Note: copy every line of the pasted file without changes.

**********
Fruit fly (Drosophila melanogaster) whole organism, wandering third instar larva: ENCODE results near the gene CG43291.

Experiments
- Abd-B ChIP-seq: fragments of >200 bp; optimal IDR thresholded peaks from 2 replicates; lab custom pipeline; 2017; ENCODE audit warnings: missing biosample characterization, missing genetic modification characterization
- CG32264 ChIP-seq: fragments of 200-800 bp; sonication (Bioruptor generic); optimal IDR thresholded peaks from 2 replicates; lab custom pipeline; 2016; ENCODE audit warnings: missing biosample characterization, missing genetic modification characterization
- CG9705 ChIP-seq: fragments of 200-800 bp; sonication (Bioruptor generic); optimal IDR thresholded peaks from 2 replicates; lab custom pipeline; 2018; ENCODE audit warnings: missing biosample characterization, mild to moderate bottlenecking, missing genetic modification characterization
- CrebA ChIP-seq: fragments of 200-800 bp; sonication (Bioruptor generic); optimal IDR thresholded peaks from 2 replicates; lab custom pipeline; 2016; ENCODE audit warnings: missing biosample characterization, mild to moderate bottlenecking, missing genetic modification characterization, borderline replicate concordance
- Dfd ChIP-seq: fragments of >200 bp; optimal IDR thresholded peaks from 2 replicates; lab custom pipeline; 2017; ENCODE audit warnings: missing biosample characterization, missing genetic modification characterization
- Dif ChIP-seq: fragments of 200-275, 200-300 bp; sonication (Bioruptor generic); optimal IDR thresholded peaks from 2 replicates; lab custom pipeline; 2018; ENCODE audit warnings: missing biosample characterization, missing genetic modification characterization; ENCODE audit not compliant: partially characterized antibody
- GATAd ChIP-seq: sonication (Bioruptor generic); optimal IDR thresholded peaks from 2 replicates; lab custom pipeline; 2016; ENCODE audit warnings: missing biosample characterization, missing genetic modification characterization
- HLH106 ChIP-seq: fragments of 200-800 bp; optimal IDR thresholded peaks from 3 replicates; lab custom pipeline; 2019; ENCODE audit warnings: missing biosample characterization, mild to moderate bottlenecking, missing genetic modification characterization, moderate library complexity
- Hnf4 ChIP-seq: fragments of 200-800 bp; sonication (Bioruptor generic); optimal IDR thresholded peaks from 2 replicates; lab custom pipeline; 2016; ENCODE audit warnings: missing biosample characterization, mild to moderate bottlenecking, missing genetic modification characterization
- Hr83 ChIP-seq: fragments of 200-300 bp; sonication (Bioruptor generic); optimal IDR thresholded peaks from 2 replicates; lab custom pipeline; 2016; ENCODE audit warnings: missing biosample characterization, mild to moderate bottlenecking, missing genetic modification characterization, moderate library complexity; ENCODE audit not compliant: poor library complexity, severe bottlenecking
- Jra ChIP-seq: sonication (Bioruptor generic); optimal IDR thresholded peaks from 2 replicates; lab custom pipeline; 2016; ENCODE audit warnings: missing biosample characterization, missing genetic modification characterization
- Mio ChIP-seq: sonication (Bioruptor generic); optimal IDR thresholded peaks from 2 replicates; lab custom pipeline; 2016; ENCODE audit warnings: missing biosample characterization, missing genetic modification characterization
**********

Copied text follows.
Fruit fly (Drosophila melanogaster) whole organism, wandering third instar larva: ENCODE results near the gene CG43291.

Experiments
- Abd-B ChIP-seq: fragments of >200 bp; optimal IDR thresholded peaks from 2 replicates; lab custom pipeline; 2017; ENCODE audit warnings: missing biosample characterization, missing genetic modification characterization
- CG32264 ChIP-seq: fragments of 200-800 bp; sonication (Bioruptor generic); optimal IDR thresholded peaks from 2 replicates; lab custom pipeline; 2016; ENCODE audit warnings: missing biosample characterization, missing genetic modification characterization
- CG9705 ChIP-seq: fragments of 200-800 bp; sonication (Bioruptor generic); optimal IDR thresholded peaks from 2 replicates; lab custom pipeline; 2018; ENCODE audit warnings: missing biosample characterization, mild to moderate bottlenecking, missing genetic modification characterization
- CrebA ChIP-seq: fragments of 200-800 bp; sonication (Bioruptor generic); optimal IDR thresholded peaks from 2 replicates; lab custom pipeline; 2016; ENCODE audit warnings: missing biosample characterization, mild to moderate bottlenecking, missing genetic modification characterization, borderline replicate concordance
- Dfd ChIP-seq: fragments of >200 bp; optimal IDR thresholded peaks from 2 replicates; lab custom pipeline; 2017; ENCODE audit warnings: missing biosample characterization, missing genetic modification characterization
- Dif ChIP-seq: fragments of 200-275, 200-300 bp; sonication (Bioruptor generic); optimal IDR thresholded peaks from 2 replicates; lab custom pipeline; 2018; ENCODE audit warnings: missing biosample characterization, missing genetic modification characterization; ENCODE audit not compliant: partially characterized antibody
- GATAd ChIP-seq: sonication (Bioruptor generic); optimal IDR thresholded peaks from 2 replicates; lab custom pipeline; 2016; ENCODE audit warnings: missing biosample characterization, missing genetic modification characterization
- HLH106 ChIP-seq: fragments of 200-800 bp; optimal IDR thresholded peaks from 3 replicates; lab custom pipeline; 2019; ENCODE audit warnings: missing biosample characterization, mild to moderate bottlenecking, missing genetic modification characterization, moderate library complexity
- Hnf4 ChIP-seq: fragments of 200-800 bp; sonication (Bioruptor generic); optimal IDR thresholded peaks from 2 replicates; lab custom pipeline; 2016; ENCODE audit warnings: missing biosample characterization, mild to moderate bottlenecking, missing genetic modification characterization
- Hr83 ChIP-seq: fragments of 200-300 bp; sonication (Bioruptor generic); optimal IDR thresholded peaks from 2 replicates; lab custom pipeline; 2016; ENCODE audit warnings: missing biosample characterization, mild to moderate bottlenecking, missing genetic modification characterization, moderate library complexity; ENCODE audit not compliant: poor library complexity, severe bottlenecking
- Jra ChIP-seq: sonication (Bioruptor generic); optimal IDR thresholded peaks from 2 replicates; lab custom pipeline; 2016; ENCODE audit warnings: missing biosample characterization, missing genetic modification characterization
- Mio ChIP-seq: sonication (Bioruptor generic); optimal IDR thresholded peaks from 2 replicates; lab custom pipeline; 2016; ENCODE audit warnings: missing biosample characterization, missing genetic modification characterization